Nevada Ballet Theatre conjures Tchaikovsky tales

Ballet is about many things, but one of them is balance.

And Nevada Ballet Theatre’s weekend “Tribute to Tchaikovsky” illustrated that in always diverting, often stirring fashion.

As NBT artistic director James Canfield reminded audiences at the start of Friday night’s season opener at The Smith Center, Peter Ilyich Tchaikovsky ranks as ballet’s greatest composer.

But the ballets Tchaikovsky scored — with the exception of “The Nutcracker,” which returns to The Smith Center this holiday season — are a bit too ambitious for a company of NBT’s size. At least at the present time.

So the weekend’s Tchaikovsky tribute offered one act from each of the composer’s other classic ballets: “Swan Lake’s” dramatic Act II and “Sleeping Beauty’s” fanciful Act III, “Aurora’s Wedding.”

Taken together, the effect was something like reading the start of a tragic fairy tale, then flipping through the pages in search of a happily-ever-after ending.

Not what you’d call thematically consistent, but often captivating nonetheless, offering a generous taste of each ballet’s distinctive qualities.

“Swan Lake’s” second act — which recounts the fateful meeting between Prince Siegfried (Steven Goforth) and the enchanting, enchanted swan queen Odette (Alissa Dale) — includes some of ballet’s most cherished sequences.

And with one of ballet’s most legendary Odettes — NBT artistic coach Cynthia Gregory — staging the dance, NBT’s “Swan Lake” excerpt ably conjured a tragic, sweepingly romantic, spell.

Dale proved an exquisite, emotional Odette, delivering not only the swan queen’s flowing, fluttering steps but the anguish — and, after she meets Siegfried, the tremulous hope — behind them. Goforth provided steady support, while Barrington Lohr skulked and glowered as the hissably villainous Von Rothbart, the nasty sorcerer who cursed Odette in the first place.

Beyond them, however, NBT’s corps de ballet delivered in striking fashion, whipping the stage into a frosty white froth with their precise, unified steps as Odette’s fellow swans.

Peter Cazalet’s storybook scenery and elaborate costumes (courtesy of Salt Lake City’s Ballet West) augmented “Swan Lake’s” dramatic mood — and heightened the delight of “Sleeping Beauty’s” multiple whimsies.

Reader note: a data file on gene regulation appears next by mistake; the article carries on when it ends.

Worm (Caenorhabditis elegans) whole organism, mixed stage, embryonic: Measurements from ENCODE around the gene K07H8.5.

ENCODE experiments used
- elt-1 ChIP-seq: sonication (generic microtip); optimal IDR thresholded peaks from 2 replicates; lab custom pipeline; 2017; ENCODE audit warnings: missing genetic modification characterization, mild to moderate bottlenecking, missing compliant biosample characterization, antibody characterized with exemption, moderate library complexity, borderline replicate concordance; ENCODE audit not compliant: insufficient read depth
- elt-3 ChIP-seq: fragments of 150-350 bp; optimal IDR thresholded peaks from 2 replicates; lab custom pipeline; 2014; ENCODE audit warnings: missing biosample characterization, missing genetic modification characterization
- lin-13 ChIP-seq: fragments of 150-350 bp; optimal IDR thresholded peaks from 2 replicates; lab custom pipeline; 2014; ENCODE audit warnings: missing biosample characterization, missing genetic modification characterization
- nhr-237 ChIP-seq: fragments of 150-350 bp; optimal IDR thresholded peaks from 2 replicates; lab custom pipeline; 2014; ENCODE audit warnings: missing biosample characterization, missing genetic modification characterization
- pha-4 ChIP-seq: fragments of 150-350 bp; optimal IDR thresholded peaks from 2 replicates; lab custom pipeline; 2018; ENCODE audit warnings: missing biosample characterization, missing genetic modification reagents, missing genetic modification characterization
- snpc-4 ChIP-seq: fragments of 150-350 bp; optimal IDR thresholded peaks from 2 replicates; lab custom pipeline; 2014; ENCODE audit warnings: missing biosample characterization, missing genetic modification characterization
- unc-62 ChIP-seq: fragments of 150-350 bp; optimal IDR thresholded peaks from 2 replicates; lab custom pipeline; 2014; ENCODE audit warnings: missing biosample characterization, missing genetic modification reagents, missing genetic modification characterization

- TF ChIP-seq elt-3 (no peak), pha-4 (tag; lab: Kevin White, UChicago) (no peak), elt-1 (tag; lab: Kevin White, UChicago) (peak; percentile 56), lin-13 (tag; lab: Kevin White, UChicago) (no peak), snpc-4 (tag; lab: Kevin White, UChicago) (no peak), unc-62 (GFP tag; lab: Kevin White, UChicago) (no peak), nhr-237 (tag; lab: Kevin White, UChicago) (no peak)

Unlike “Swan Lake’s” dramatic story, “Aurora’s Wedding” (staged by Ballet West’s Jane Wood-Smith and Pamela Robinson-Harris) showcases a series of celebratory divertissements from such beloved characters as Puss-in-Boots (Kyle Weight), Red Riding Hood (Nicole Federov) and the Wolf (Braeden Barnes), along with the sprightly Princess Florine (Hannah Schiller) and her high-flying companion, the Bluebird (Joshua Kekoa).

As the wise Lilac Fairy (Kaleigh Schock) and her fellow sprites danced their congratulations, you began to wonder whether Princess Aurora (Mary LaCroix) and dashing Prince Florimund (guest artist Jared Angle of the New York City Ballet) would ever get to kick up their heels at their own wedding.

But, hallelujah, a climactic sequence — showcasing Angle’s easy, elegant tour jetes, LaCroix’s pinpoint pirouettes and a buoyant pas de deux — rang down the curtain on a joyous note.

Albeit a pre-recorded one.

Alas, it’s too expensive at this point for NBT to have live musical accompaniment for every ballet. (Although this holiday season’s “The Nutcracker” should remedy that problem, at least at some, if not all, performances).

It’s just that when the music’s as glorious as Tchaikovsky at his best — and the dancing lives up to his rich, soaring melodies — you long to experience these classic ballets in every dimension.

Contact reporter Carol Cling at or 702-383-0272.

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